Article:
THEATRE / Grime and punishment

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The Independent Culture
Watching Mick Mahoney's comeback thriller Fantasy Bonds is like ogling an episode of The Sweeney, only seedier, more narcotic and minus the policemen. The lights come up on a seeping, sweaty nighthawks' bar, where one of the seeping, sweaty nighthawks can't decide whether to concentrate on rolling his joint of snorting his cocaine. This is Vince, one-time pop star, now virtually a full-time chemical processing plant: Vince, it transpires, is the least crooked geezer here.

The bar belongs to Weasel, a scrawny, anxious south London spiv. It will be his, that is, once his grandad pops his clogs and Weasel has paid off his debts to his wife's dodgy gangster bruvvers, Joe and Chris. This is where Vince and his money come in. It's also where we come in, and pretty much where we stay.

Having fathomed the underworld, Mahoney - who also directs - positively wallows in it, letting his characters stew in the unhealthy bar atmosphere. The almost random scheme of the plot is secondary to the sense of menace he evolves. Most of the cast brandish their characters' prior convictions with supreme conviction, and Mahoney handles the brutish tribal patter of the street with great skill, playing for humour while avoiding parody.

There are darkly comic moments to savour here, as when gangster Chris opens the second act by heavy- breathing into the bar's phone for the benefit of the police. Meanwhile, when their sister Raine decides to forsake Weasel for the black builder, Michael, her brother Joe gropes desperately in his racist psyche for an explanation: 'I mean, I know you like their music an' all Raine, but . . .' Mahoney manages to make these people funny without diminishing their threatening potential in a thoroughly involving morass of suspicion and prejudice.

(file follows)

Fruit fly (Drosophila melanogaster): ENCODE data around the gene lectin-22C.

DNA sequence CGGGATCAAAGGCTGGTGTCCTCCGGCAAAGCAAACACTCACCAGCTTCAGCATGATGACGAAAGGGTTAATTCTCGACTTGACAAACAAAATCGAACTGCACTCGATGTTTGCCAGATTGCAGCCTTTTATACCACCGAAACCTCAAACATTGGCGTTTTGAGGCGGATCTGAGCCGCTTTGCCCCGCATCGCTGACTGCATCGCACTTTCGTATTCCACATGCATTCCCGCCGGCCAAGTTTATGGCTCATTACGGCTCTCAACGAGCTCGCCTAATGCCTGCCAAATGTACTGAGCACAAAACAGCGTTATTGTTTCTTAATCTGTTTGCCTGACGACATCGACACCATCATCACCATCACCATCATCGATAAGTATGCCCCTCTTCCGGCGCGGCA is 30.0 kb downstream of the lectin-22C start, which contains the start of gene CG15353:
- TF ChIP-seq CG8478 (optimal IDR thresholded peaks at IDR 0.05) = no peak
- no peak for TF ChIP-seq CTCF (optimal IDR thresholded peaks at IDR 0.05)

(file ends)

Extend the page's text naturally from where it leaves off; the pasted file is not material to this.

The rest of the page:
It's almost a shame the play has to resolve itself. The demands of tying up loose ends make Mahoney betray his characters in a complex triple-cross involving the improbable figure of Weasel's mother, and the explosion of the violence which has been implicit all along. None the less, this can't quite spoil the vibrant nastiness of Mahoney's wriggle through London's maggoty underbelly.

While Mahoney's characters speak impeccable 'sarf Larndon' argot, the figures in Fran Landesman's Invade My Privacy have an altogether more brittle voice. It denigrates actors, anatomises men ('Although they can be perfect swine / they're nice with candlelight and wine') and dismisses women. It attacks everything like a verbal scatter-gun.

Four people at dinner spout Landesman's lyrics and poetry, accompanied by a jazzy on-stage band and interrupted by an elegantly vampiric waitress. Adorned by some excellent musical actors (devisor / director Howard Samuels, Jacqueline Dankworth, Lucy Dixon), the offhand staging fits perfectly with Landesman's stage- voice, which sounds like the dissolute descendant of Dorothy Parker: raspily strained through drink and cigarettes, waspishly witty, at its best when bitchy.

And bitchy it is. Landesman is a queen of quatrains which zoom towards the last-line kill. Her very savagery works against the more lyrical passages: Landesman the satirist, you feel, would slaughter Landesman the poet.

And perversely, it's the show's very cleverness which ultimately renders it less than satisfying. It's constantly quotable nature recalls Coward's rule that wit should be savoured like caviare rather than spread all over like marmalade. Invade My Privacy splatters the walls with epigrams. But with such a surfeit, even the sharpest barbs get blunted.

Claudio Macor's The Tailor-Made Man, on the other hand, could do with a bit more acerbity. The story of Hollywood's first openly gay movie star, William Haines, Macor's script is badly hampered by the writer / director's ambivalence towards both his hero and that dirty rotten town.

Macor shows Haines cavorting arrogantly from sailor to sailor in public parks while his companion, Jimmy, waits long-sufferingly at home. He reveals how Haines was built up by the studio system only to be knocked down once his lifestyle became an embarrassment. But Macor also shows himself half in love with the glamour of the era and Haines' unpalatable egotism.

This uncertainty of tone is compounded by a cramping set and a series of performances which almost look like parodies. Simon Tweed's Haines can't put a charming spin on Haines' callous treatment of Jimmy. Marion Davies and Carole Lombard become goggling bimbettes, Louis B Mayer a muttering administrator. At least these escape the risible hatchet-job that Macor and actress Rebecca Forrow wreak on Pola Negri.

At the end, Macor uses Haines' and Jimmy's later, happy professional and personal relationship as interior decorators to the stars, to make a plea for Haines as a gay hero for today. But most of his scrappy production is at odds with the claim: it's only in Hollywood that a happy ending makes everything right.

'Fantasy Bonds' at the Old Red Lion (071-837 7816) to 27 March; 'Invade My Privacy' at Riverside Studios (081-748 3354/741 3602) to 3 April; 'The Tailor Made Man' at BAC (071-223 2223) to 4 April